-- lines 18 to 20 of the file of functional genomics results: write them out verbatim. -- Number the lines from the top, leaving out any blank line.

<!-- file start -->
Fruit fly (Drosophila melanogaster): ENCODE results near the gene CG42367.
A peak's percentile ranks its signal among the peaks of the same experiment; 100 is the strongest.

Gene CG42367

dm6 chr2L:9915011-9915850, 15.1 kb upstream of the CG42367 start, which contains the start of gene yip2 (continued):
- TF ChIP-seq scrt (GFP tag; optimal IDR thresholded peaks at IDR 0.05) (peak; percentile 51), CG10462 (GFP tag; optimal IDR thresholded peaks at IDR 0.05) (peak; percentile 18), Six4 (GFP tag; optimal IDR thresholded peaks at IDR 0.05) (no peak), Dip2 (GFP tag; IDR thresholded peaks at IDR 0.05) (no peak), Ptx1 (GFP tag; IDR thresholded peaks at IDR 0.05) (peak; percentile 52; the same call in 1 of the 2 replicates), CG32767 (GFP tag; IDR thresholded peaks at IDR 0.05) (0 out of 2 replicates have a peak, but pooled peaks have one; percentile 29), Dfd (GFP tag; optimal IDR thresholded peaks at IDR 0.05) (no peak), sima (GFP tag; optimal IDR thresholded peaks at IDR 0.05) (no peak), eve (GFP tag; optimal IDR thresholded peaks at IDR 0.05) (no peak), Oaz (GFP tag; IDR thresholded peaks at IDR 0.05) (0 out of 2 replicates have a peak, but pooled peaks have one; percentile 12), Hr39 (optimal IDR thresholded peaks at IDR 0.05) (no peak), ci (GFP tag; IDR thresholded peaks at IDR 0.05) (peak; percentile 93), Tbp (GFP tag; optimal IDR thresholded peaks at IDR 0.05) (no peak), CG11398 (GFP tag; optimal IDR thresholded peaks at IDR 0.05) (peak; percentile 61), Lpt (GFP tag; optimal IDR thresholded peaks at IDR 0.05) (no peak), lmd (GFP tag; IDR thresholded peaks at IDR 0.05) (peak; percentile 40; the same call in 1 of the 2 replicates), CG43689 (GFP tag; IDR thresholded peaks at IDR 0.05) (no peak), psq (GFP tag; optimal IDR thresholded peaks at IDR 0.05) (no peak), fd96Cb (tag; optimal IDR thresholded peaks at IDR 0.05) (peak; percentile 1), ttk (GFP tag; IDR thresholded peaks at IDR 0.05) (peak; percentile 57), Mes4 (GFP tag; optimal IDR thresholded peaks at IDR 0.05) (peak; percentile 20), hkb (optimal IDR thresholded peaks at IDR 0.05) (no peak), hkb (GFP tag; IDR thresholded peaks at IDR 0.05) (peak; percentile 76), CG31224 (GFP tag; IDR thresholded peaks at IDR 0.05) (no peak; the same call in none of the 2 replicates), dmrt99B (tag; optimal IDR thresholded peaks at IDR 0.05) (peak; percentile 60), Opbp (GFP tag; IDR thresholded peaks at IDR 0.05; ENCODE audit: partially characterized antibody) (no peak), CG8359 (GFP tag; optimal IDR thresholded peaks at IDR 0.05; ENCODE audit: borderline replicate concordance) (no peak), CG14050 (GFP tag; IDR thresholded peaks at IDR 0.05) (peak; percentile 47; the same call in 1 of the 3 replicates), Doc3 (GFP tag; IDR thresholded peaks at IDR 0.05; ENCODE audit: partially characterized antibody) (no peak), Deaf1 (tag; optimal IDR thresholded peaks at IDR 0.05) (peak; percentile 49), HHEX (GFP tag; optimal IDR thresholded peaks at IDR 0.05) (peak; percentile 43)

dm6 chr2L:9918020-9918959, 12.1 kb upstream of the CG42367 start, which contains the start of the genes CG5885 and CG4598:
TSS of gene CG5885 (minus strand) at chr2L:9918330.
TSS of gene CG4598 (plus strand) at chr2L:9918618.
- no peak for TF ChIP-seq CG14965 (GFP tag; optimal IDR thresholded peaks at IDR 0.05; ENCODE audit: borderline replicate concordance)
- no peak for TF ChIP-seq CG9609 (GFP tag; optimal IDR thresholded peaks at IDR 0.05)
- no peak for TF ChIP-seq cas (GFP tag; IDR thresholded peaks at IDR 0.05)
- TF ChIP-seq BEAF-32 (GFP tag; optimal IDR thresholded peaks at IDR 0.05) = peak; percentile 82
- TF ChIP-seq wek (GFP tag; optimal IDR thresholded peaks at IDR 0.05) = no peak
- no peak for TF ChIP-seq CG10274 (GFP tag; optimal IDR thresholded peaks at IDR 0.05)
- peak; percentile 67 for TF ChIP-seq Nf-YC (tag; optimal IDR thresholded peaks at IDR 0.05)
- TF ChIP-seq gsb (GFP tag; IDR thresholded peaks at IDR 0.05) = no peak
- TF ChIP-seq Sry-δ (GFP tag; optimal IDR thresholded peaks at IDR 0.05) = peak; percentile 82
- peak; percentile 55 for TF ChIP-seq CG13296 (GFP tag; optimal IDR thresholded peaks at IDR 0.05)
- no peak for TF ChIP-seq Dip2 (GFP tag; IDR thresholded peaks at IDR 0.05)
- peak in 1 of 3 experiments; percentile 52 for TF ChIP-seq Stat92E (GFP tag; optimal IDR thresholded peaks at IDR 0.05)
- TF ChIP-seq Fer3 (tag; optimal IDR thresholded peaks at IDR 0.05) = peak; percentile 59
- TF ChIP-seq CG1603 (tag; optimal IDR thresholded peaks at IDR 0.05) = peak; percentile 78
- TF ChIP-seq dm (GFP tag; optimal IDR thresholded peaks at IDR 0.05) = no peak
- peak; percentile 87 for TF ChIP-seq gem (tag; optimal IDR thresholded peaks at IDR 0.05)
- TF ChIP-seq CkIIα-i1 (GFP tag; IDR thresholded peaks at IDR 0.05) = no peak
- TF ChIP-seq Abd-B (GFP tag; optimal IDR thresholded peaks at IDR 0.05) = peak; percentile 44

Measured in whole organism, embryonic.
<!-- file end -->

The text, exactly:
- peak; percentile 55 for TF ChIP-seq CG13296 (GFP tag; optimal IDR thresholded peaks at IDR 0.05)
- no peak for TF ChIP-seq Dip2 (GFP tag; IDR thresholded peaks at IDR 0.05)
- peak in 1 of 3 experiments; percentile 52 for TF ChIP-seq Stat92E (GFP tag; optimal IDR thresholded peaks at IDR 0.05)